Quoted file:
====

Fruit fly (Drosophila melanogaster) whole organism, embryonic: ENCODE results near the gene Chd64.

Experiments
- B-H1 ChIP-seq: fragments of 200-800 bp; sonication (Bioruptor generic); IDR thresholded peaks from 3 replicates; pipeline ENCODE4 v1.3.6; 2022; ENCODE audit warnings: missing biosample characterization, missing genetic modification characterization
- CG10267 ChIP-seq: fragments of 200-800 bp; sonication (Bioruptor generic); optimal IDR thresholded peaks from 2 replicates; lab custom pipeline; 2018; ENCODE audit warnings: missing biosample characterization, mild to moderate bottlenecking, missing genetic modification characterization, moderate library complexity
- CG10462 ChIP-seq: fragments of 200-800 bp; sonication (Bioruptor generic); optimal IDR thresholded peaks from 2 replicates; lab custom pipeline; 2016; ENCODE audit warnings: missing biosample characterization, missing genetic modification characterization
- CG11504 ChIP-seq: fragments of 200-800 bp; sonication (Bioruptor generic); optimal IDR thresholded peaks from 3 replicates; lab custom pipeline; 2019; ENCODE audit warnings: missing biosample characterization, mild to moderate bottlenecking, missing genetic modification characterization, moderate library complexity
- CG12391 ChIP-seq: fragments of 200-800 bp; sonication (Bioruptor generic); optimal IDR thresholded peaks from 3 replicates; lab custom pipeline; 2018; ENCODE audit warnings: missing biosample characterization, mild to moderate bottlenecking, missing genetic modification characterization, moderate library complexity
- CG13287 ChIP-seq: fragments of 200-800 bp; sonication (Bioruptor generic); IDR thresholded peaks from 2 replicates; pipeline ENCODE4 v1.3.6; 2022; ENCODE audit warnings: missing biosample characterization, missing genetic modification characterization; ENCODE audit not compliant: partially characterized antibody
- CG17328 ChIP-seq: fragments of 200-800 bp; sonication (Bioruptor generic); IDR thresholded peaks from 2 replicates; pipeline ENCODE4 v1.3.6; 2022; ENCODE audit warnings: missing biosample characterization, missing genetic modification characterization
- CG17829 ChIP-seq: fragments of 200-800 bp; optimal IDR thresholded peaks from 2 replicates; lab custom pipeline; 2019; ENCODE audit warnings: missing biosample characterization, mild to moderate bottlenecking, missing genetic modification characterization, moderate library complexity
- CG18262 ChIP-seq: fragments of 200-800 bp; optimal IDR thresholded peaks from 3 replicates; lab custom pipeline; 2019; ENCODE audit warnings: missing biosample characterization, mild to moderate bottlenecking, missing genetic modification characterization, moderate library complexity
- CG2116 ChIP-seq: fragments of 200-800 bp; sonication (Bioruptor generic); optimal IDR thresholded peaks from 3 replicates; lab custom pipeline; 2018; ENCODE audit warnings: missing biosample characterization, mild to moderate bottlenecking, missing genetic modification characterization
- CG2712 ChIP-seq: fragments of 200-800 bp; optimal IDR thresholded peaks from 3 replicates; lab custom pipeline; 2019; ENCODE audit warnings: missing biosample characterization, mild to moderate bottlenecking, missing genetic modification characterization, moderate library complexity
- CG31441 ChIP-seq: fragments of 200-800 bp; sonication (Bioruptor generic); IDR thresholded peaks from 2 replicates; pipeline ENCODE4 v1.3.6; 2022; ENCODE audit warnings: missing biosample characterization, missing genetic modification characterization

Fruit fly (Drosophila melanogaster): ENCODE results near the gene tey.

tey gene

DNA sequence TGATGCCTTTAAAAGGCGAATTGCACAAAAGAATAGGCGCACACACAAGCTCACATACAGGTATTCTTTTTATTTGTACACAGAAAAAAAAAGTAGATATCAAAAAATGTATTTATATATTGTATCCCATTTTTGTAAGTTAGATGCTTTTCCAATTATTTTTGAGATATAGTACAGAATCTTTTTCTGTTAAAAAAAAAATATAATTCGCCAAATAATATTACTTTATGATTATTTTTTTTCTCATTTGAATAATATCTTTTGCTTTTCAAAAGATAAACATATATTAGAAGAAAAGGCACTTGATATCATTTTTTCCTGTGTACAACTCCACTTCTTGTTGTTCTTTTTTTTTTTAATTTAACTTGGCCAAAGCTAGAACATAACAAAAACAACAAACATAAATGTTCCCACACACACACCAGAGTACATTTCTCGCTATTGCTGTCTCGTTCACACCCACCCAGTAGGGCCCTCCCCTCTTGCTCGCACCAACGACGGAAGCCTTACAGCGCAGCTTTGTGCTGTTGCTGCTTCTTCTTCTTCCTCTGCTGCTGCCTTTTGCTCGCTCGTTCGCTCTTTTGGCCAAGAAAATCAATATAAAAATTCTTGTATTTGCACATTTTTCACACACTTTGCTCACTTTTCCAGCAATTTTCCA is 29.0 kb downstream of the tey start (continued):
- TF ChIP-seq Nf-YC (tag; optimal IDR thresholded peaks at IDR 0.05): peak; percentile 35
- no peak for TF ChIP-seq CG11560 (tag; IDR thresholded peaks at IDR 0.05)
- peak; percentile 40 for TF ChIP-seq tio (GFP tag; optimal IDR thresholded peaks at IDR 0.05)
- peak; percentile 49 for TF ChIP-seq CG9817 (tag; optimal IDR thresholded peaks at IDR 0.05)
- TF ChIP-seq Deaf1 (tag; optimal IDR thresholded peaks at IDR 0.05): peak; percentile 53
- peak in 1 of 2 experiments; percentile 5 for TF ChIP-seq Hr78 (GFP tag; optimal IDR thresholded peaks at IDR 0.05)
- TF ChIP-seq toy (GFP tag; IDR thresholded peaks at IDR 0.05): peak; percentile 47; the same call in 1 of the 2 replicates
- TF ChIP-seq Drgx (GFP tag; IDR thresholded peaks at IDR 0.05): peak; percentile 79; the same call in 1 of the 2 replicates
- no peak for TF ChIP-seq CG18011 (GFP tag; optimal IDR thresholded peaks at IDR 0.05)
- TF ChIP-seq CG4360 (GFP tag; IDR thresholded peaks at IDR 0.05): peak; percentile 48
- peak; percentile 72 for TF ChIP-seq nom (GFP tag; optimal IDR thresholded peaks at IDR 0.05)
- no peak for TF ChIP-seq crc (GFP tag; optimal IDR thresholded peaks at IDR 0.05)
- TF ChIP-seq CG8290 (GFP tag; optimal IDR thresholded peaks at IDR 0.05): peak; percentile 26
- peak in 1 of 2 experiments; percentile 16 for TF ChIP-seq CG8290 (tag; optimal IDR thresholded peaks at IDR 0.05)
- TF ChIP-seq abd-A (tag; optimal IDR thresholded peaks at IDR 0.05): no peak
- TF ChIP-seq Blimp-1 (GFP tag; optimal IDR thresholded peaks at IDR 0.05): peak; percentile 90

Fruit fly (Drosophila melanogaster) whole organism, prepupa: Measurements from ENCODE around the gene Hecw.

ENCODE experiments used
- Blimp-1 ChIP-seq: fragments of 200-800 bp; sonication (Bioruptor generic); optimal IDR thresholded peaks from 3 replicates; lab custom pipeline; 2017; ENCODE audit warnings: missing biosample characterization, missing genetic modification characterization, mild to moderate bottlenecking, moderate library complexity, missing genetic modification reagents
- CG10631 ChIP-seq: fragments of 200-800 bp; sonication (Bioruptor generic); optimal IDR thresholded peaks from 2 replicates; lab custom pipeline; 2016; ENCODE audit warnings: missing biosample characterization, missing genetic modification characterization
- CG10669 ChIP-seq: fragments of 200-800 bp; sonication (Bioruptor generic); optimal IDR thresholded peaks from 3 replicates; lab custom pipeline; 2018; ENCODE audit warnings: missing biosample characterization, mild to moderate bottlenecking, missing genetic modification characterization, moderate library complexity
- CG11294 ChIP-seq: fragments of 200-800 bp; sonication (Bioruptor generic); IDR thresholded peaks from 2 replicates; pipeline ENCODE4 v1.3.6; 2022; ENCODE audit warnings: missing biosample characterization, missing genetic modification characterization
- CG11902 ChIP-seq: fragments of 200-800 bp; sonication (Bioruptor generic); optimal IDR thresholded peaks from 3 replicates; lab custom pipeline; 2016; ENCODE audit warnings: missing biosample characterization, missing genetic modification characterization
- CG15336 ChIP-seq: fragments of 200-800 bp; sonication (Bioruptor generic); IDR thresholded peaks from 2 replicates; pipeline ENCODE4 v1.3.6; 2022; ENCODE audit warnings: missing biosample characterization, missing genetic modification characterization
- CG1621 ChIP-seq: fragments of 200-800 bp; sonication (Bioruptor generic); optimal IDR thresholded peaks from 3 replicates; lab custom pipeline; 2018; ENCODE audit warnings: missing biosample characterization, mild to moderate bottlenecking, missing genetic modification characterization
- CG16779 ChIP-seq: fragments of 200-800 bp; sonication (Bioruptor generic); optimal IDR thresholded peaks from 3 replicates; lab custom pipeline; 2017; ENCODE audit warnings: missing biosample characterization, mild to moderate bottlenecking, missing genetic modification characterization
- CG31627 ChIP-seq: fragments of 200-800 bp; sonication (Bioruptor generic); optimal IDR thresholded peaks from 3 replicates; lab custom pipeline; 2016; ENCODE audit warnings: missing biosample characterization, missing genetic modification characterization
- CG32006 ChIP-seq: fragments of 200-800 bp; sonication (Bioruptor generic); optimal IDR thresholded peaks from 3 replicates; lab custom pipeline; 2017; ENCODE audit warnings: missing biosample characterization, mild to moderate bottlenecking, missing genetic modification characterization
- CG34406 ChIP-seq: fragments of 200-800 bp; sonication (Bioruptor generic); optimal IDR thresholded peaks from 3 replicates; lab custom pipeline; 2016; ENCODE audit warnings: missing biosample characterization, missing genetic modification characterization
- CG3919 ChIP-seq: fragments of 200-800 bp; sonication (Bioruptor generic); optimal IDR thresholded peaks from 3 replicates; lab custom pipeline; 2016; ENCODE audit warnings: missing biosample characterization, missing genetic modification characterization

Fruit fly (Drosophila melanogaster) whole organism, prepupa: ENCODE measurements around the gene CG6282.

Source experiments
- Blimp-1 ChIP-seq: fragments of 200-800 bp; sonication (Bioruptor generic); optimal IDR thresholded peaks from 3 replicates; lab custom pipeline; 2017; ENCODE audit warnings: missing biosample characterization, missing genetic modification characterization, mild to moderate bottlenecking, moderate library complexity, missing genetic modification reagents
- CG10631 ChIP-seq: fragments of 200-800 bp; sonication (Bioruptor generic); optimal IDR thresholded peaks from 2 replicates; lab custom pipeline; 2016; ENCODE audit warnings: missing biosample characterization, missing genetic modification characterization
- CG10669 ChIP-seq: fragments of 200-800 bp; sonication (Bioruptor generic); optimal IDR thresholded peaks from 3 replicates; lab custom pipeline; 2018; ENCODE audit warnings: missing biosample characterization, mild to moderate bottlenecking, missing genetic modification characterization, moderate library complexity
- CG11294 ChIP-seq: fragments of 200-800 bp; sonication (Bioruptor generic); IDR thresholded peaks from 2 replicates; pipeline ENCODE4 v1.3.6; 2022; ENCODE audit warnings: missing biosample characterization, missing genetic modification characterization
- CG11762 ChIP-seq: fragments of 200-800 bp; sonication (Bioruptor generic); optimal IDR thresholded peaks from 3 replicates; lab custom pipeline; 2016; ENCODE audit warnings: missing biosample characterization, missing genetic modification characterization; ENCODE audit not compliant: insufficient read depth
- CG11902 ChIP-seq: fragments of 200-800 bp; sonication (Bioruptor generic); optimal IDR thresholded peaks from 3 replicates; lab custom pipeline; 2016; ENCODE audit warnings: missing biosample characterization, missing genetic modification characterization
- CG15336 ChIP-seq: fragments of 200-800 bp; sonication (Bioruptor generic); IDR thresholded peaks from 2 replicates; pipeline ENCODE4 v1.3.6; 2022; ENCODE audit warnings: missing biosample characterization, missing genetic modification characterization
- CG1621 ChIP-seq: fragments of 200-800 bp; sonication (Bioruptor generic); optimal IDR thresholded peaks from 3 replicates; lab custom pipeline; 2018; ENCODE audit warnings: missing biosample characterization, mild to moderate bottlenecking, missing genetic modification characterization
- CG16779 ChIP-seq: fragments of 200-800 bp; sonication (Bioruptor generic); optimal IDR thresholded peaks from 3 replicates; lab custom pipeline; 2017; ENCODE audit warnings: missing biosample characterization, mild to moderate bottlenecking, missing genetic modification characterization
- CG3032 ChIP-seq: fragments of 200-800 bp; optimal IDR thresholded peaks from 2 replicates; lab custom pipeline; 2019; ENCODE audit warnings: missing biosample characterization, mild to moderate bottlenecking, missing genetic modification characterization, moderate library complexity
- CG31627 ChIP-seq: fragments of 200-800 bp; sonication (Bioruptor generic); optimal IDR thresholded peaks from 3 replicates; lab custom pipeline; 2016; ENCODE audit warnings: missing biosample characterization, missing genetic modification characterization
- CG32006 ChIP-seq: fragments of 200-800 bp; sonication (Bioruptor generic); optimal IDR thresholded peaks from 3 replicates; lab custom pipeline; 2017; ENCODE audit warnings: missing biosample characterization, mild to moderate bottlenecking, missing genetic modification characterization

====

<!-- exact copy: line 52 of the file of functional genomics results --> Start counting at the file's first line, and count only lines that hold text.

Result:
- CG10669 ChIP-seq: fragments of 200-800 bp; sonication (Bioruptor generic); optimal IDR thresholded peaks from 3 replicates; lab custom pipeline; 2018; ENCODE audit warnings: missing biosample characterization, mild to moderate bottlenecking, missing genetic modification characterization, moderate library complexity